When asked about the future of the coalition in the coming year Biden said he had no concerns about the unity of the coalition saying that “Putin thought he would weaken NATO instead he strengthened NATO.” Zelenskyy said his message to the American people was that “we have the same values” and the “same understanding of life” the same “value of life” and that he “wishes us peace,” but that we can only truly understand when “these terrorists come to your houses.” He also said he appreciated the US’s support and “I really want to win together… Not want… I am sure.”

When the Presidents were asked about a just peace Zelenskyy responded that he didn’t know if a just peace was possible and wondered if a just war could genuinely exist. However, he went on to say that a “just peace” for Ukraine would have to include “no compromises to sovereignty, integrity, or freedom” and that recompense for the extensive damages inflicted by Russia would have to be made. He also said that “no compensations are enough for those who have lost children” and worried that “more parents might live for vengeance as time goes on.” President Biden added that Zelenskyy, unlike Putin,  has been open to peace but that peace must follow further “success on the battlefield.”

Biden also responded to a question about what he took away from the in-person meeting. He said that “all politics are personal” and that there was “no substitute for sitting down in person with a friend or foe.” He also stated that Putin “will fail” and “has failed in the past” and it was “important he sees President Zelenskyy and I [are] two countries united together.” He added that Zelenskyy, in contrast, is someone who very clearly “would give his life for this” and “will do everything in his power to succeed.” In addressing Russian claims that the Patriot missile system was an escalation, Biden clearly stated that the system was a “defensive system” that would not escalate the conflict. Biden also addressed concerns that the US has not provided long-range offensive missile systems. He said that the US had specific NATO obligations and that there was a desire to not further escalate the war with such systems, but reiterated that Ukraine would receive what it needed to win.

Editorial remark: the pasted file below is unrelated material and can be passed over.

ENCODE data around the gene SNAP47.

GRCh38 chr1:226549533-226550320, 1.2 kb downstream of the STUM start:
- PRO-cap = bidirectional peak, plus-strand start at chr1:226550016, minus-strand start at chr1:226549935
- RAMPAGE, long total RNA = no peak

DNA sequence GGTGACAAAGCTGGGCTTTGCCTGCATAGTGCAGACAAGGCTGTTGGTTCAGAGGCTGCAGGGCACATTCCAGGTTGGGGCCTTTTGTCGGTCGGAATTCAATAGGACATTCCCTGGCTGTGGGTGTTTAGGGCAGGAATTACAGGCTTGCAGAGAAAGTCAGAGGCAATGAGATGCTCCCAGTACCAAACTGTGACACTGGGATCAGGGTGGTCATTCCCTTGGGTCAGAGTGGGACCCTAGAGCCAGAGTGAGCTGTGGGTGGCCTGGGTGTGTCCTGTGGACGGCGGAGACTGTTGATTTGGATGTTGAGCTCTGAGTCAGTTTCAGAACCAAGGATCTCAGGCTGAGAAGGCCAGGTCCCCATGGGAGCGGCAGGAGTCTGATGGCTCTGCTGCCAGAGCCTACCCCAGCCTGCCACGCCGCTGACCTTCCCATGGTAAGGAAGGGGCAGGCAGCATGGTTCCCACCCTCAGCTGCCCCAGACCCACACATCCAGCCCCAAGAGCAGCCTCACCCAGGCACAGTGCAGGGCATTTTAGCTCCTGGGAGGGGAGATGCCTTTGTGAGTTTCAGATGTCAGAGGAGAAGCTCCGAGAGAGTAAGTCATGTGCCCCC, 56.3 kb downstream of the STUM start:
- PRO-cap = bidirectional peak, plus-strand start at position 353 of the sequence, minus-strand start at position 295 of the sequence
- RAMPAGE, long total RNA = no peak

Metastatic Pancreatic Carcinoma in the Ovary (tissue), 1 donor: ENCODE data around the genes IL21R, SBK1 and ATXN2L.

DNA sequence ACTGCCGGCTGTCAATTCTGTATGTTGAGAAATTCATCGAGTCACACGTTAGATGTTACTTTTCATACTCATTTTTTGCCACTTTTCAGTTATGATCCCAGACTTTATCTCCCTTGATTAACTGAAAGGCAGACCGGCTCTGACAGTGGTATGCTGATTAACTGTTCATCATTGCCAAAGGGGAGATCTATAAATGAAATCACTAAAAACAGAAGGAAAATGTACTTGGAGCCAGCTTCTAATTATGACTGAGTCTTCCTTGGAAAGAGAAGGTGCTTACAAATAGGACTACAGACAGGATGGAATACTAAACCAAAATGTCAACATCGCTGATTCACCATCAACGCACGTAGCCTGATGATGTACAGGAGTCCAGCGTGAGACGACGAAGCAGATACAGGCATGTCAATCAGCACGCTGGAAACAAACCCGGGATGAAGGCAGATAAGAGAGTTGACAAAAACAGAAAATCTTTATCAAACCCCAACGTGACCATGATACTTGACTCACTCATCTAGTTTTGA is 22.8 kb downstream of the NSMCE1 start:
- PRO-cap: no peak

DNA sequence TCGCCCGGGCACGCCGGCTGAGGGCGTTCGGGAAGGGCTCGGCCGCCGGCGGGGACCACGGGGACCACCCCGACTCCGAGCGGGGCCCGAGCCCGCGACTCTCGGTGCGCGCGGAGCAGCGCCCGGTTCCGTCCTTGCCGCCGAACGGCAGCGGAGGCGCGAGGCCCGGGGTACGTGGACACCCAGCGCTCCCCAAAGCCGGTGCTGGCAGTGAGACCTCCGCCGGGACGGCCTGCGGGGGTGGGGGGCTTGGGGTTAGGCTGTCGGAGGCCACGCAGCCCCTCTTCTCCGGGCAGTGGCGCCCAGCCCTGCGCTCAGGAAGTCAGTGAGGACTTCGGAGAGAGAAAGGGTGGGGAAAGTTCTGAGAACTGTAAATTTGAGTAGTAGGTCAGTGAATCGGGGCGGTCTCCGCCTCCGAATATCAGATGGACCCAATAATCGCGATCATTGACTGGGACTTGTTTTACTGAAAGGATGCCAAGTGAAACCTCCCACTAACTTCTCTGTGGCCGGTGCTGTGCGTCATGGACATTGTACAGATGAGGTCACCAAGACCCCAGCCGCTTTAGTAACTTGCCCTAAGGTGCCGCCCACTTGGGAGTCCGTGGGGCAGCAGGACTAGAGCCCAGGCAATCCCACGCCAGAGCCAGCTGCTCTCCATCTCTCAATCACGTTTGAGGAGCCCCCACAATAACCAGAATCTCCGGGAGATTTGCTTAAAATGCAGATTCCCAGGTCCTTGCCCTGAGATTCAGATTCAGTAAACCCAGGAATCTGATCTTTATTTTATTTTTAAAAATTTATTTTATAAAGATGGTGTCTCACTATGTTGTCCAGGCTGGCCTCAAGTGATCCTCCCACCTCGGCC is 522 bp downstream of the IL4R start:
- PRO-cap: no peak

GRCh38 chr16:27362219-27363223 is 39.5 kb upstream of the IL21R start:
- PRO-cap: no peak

After the conference, Zelenskyy then left for the Capitol where he gave an inspiring speech to Congress in English in which he thanked the United States for its support already in the war and asked for further “investment in the global security and democracy” of the world as the war continued.
After his address, Zelenskyy left DC to return home to Ukraine having spent less time in the US than he spent traveling to it just one way. Although the success of the trip itself will likely remain unclear for some time, Zelenskyy’s personal conviction is clear and the pivotal role played by the US in the ongoing conflict has been clearly illustrated.